On closer examination, it turns out the projectile was a cake that activists protesting forced labour in Uyghur had hurled at the chairman. While our all-too-brief glimpse of the cake as it soared gloriously through the air (before being rudely halted by the projector screen behind the podium) was only enough to ascertain that it was brown in colour, we’ll make a bold guess and conclude that it was probably a chocolate cream.
Cake, to our minds at least, was a most curious choice for this protest. Perhaps it was meant to hark back to the apocryphal Marie Antoinette quip about letting the masses eat cake that is cited as one of the triggers for the French Revolution. Certainly it had sound aerodynamic properties as evinced by its tight and neat trajectory towards the podium — although it did drop a bit of its icing in the final segment of its arc. But cake not eaten is cake that has missed the true core of its existence, and the mere thought of its forlorn remnants smeared on the floor makes us very sad indeed. Then again, so does the reality of forced labour in Uyghur.
Mumbai’s Been Rated Below Delhi On Taste Atlas’ ‘100 Best Cities To Try Local Food’ List
And we’re not happy about it.
Taste Atlas recently released its 2023 list of the 100 best cities in the world, ranked for the experience they offer in terms of sampling local food. Florence took the top spot, with Rome, Lima, Mexico City, New York, Tokyo and Paris among the cities that rounded off the top-10. Two Indian cities feature in the list of 100: Delhi, at #16, and Mumbai, coming in 34th. The former’s chaat and chole bhature were cited as unmissable, while for the latter, vada pav, pav bhaji and bhel puri found mention. We won’t quibble with the choice of dishes, but to say that we’re mildly upset by the vast gap between the two cities in terms of their rankings would be an understatement. After all, the capital may have its charms, but Mumbai’s street food game is nothing to sniff at either.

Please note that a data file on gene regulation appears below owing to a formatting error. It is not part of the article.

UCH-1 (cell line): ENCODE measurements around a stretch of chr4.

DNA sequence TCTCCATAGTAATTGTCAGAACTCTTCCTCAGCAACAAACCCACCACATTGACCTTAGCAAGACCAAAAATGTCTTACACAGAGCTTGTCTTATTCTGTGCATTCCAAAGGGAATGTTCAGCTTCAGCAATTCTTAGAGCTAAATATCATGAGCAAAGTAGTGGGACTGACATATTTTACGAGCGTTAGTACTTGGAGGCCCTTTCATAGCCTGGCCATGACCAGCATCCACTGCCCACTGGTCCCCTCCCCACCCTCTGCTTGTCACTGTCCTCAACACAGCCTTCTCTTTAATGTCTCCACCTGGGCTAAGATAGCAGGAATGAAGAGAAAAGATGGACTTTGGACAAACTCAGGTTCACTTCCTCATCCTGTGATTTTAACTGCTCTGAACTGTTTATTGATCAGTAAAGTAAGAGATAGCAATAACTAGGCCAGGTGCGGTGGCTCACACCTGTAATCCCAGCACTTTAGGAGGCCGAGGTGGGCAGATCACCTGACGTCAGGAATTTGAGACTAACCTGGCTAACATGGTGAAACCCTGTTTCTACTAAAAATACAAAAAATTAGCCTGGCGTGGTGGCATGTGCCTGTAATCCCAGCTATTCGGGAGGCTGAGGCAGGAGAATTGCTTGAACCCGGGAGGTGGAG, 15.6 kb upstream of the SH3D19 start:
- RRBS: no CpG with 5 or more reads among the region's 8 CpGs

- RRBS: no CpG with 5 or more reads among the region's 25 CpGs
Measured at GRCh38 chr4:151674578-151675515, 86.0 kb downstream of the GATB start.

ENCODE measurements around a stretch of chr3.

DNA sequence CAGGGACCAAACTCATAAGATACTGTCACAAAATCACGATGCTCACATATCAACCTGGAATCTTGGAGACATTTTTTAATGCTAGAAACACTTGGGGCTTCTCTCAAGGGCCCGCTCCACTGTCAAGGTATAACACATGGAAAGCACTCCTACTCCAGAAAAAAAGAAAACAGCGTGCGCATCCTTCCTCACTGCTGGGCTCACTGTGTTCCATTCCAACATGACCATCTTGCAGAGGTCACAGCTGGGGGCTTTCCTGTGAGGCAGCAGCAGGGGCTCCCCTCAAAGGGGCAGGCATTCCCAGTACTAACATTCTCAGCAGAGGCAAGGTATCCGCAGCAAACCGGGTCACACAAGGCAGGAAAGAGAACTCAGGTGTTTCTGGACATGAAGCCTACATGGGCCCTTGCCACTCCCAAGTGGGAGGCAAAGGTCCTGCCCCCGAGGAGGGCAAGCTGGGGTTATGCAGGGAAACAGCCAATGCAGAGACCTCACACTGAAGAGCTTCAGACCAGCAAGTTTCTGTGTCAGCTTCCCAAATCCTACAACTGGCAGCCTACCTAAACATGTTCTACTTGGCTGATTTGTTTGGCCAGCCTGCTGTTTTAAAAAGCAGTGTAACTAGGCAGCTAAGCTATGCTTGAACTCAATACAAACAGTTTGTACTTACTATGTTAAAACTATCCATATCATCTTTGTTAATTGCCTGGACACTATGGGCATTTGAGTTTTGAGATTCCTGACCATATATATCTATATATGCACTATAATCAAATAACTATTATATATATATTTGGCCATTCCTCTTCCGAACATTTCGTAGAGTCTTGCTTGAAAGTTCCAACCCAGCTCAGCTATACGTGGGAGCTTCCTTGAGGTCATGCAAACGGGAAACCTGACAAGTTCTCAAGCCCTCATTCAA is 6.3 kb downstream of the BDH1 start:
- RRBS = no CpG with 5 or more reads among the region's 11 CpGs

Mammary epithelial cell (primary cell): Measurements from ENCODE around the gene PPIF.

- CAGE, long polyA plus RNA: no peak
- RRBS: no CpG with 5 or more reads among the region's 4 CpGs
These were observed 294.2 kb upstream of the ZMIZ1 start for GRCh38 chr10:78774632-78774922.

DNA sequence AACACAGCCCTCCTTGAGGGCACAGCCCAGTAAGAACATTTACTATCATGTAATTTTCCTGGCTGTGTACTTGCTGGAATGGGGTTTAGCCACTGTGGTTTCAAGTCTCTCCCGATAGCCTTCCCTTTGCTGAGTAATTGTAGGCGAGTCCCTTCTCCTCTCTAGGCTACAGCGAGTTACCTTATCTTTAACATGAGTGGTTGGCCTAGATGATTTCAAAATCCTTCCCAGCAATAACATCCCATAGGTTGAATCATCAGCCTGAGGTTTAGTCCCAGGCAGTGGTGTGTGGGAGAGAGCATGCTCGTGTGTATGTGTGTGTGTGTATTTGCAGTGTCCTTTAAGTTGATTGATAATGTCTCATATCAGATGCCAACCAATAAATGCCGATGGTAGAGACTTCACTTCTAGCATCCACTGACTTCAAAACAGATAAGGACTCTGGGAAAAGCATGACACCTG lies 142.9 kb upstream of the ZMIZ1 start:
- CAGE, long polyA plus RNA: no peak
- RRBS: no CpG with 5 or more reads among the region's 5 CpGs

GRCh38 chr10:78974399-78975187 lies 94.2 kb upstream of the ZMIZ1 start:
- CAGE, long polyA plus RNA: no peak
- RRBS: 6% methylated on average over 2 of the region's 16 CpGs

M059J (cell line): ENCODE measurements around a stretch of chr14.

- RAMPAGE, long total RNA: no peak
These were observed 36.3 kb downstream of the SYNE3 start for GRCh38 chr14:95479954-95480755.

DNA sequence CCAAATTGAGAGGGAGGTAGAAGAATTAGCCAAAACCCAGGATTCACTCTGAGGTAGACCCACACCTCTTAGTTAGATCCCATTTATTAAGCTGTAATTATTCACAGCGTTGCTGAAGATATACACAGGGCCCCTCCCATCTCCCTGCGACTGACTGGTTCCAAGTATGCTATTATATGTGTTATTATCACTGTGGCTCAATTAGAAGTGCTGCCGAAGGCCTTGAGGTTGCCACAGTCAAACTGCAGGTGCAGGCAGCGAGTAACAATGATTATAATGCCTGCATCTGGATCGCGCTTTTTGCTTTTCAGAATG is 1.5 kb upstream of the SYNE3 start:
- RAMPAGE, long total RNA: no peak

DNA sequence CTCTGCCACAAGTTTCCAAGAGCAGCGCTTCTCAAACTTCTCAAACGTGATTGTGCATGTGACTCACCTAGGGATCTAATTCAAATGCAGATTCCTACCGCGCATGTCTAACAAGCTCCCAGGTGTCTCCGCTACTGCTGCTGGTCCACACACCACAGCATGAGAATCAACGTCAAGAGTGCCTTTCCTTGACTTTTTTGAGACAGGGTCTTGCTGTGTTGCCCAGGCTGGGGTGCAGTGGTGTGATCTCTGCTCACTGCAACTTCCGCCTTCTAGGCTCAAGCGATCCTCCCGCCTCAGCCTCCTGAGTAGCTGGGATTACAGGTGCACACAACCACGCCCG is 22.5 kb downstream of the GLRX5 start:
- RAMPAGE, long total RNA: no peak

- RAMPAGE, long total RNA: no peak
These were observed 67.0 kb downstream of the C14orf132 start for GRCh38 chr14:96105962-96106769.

How Karnataka Eateries Could Offer Free Food To Voters
The state’s High Court ruled that establishments wishing to offer free or subsidised food to those who had already cast their votes in the Assembly elections did not run afoul of any rules/regulations. Having initially received conditional permission to distribute food to voters from the authorities, eateries saw the same rescinded by the Bruhat Bengaluru Mahanagara Palike on the grounds that “it would amount to an inducement and a violation of the Model Code of Conduct issued by the Election Commissioner”. However, the Court ruled that as long as no political parties were sponsoring or associated in any way with the free/subsidised food, the BBMP’s contention did not have any merit. Moreover, the food was being offered to those who had already cast their votes, thus there could be no “inducement” after the fact. Armed with the ruling, eateries could go ahead with their plans for free/special meals on May 10.
Even as the government-supported ONDC (Open Network for Digital Commerce) is gradually making its presence felt, another player has entered the food delivery app space. This one’s called Waayu, presumably because deliveries happen at the speed of the wind, and are easy-breezy to complete. Currently, the service is available only in Mumbai — Waayu is supported by AHAR (the Mumbai hoteliers’ association) and other city-based industry bodies. About 1,000 establishments are available on the app for food delivery, and India Today reports that Waayu “promises to be 15-20 percent cheaper” than other aggregators. Waayu’s makers also claim that it will avoid many of the grouses that both restaurants and consumers have with existing food delivery apps, including “high commissions, unfair rankings, biased reviews, and poor quality (of) support”.